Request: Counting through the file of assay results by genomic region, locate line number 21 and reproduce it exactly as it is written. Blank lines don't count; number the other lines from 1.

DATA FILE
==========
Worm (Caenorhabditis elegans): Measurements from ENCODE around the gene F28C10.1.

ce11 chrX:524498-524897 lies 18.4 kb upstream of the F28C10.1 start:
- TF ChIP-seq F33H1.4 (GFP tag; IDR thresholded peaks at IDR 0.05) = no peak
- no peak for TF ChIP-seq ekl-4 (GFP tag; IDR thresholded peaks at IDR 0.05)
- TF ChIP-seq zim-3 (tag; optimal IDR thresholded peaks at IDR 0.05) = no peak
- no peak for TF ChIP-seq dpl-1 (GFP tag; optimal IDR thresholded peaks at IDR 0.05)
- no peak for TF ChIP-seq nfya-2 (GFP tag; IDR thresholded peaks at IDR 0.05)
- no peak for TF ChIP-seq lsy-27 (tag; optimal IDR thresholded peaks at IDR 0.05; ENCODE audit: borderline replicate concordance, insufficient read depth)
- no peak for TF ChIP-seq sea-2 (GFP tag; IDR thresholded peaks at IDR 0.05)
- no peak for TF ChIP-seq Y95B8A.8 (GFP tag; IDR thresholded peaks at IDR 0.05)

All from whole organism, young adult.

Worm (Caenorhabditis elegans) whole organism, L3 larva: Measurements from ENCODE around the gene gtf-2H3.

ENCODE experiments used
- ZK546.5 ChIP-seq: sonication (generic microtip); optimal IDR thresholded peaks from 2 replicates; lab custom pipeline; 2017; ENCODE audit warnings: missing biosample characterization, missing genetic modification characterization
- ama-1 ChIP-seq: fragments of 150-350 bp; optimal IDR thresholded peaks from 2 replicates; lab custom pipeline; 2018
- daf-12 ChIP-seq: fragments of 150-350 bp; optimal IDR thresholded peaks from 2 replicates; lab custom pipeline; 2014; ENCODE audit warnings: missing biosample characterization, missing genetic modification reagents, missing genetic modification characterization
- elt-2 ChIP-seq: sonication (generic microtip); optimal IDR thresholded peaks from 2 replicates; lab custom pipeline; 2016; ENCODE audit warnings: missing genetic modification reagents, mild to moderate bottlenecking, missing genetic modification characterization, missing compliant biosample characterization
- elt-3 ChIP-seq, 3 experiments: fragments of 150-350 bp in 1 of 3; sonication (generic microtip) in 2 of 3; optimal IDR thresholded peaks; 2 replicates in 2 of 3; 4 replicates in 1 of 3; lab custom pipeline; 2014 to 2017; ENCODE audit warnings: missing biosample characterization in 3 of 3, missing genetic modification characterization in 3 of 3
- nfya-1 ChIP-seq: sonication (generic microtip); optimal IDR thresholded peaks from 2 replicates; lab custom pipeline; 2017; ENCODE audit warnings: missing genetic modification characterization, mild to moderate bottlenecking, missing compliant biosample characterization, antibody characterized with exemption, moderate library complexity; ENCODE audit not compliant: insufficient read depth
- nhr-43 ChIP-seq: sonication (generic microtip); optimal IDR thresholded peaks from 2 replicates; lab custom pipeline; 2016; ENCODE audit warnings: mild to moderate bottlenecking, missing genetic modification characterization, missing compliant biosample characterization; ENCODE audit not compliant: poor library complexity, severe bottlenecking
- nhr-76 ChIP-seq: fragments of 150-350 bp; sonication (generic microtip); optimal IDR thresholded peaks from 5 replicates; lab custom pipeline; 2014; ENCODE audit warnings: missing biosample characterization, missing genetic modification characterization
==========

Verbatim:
- nhr-76 ChIP-seq: fragments of 150-350 bp; sonication (generic microtip); optimal IDR thresholded peaks from 5 replicates; lab custom pipeline; 2014; ENCODE audit warnings: missing biosample characterization, missing genetic modification characterization